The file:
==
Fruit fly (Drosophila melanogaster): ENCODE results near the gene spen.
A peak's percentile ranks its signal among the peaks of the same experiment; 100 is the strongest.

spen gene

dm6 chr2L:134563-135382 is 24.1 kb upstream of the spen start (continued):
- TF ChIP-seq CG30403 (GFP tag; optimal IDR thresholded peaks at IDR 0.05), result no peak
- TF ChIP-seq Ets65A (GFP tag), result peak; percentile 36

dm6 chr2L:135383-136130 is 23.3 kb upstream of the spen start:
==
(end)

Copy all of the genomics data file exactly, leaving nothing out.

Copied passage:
Fruit fly (Drosophila melanogaster): ENCODE results near the gene spen.
A peak's percentile ranks its signal among the peaks of the same experiment; 100 is the strongest.

spen gene

dm6 chr2L:134563-135382 is 24.1 kb upstream of the spen start (continued):
- TF ChIP-seq CG30403 (GFP tag; optimal IDR thresholded peaks at IDR 0.05), result no peak
- TF ChIP-seq Ets65A (GFP tag), result peak; percentile 36

dm6 chr2L:135383-136130 is 23.3 kb upstream of the spen start: